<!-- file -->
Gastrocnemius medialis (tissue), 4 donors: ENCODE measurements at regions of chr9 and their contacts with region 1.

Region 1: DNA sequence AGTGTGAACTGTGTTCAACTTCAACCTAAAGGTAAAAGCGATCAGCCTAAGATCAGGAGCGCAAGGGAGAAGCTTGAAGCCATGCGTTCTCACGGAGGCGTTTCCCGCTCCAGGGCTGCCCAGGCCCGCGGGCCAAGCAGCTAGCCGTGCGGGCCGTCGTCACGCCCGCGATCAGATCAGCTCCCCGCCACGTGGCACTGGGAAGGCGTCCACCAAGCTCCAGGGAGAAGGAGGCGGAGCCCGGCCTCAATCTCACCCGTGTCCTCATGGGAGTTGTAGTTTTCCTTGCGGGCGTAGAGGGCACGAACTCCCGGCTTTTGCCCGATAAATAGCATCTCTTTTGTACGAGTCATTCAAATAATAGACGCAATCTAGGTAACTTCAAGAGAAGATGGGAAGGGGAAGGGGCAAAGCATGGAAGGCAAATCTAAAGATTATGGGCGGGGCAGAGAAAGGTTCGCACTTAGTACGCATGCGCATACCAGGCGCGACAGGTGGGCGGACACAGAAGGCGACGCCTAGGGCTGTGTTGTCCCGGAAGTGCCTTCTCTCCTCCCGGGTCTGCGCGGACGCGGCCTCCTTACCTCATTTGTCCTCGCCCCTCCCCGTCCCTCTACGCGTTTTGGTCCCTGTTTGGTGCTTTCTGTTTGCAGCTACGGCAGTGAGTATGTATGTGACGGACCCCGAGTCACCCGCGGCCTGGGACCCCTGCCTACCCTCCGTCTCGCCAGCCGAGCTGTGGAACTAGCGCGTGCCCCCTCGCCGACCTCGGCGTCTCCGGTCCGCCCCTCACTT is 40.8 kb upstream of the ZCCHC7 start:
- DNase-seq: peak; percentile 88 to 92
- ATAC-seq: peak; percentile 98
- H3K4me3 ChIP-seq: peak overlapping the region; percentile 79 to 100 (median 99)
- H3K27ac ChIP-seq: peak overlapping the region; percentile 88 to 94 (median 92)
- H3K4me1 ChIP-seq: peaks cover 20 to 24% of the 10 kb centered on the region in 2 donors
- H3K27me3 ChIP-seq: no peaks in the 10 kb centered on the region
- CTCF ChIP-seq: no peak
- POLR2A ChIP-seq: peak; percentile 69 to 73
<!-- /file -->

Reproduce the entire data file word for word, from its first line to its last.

Gastrocnemius medialis (tissue), 4 donors: ENCODE measurements at regions of chr9 and their contacts with region 1.

Region 1: DNA sequence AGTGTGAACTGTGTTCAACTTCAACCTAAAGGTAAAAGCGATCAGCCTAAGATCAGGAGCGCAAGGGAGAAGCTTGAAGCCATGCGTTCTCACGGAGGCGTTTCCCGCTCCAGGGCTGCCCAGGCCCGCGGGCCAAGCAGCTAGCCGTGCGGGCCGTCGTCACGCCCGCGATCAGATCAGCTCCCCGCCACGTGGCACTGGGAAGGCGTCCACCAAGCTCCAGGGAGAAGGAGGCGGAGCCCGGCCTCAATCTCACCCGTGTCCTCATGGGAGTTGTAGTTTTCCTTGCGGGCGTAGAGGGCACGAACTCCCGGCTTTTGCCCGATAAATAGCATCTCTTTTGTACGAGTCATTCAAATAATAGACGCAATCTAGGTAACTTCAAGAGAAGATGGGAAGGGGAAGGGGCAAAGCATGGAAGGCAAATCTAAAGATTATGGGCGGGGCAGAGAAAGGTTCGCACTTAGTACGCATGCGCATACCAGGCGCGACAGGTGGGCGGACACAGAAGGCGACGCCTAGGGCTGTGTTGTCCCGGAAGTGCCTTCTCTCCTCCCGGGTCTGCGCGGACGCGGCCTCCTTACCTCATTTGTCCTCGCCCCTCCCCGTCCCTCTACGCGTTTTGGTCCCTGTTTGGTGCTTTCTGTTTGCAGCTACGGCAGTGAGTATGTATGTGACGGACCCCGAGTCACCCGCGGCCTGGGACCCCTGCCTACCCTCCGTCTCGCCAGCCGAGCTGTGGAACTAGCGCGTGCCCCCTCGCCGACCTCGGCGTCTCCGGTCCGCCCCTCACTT is 40.8 kb upstream of the ZCCHC7 start:
- DNase-seq: peak; percentile 88 to 92
- ATAC-seq: peak; percentile 98
- H3K4me3 ChIP-seq: peak overlapping the region; percentile 79 to 100 (median 99)
- H3K27ac ChIP-seq: peak overlapping the region; percentile 88 to 94 (median 92)
- H3K4me1 ChIP-seq: peaks cover 20 to 24% of the 10 kb centered on the region in 2 donors
- H3K27me3 ChIP-seq: no peaks in the 10 kb centered on the region
- CTCF ChIP-seq: no peak
- POLR2A ChIP-seq: peak; percentile 69 to 73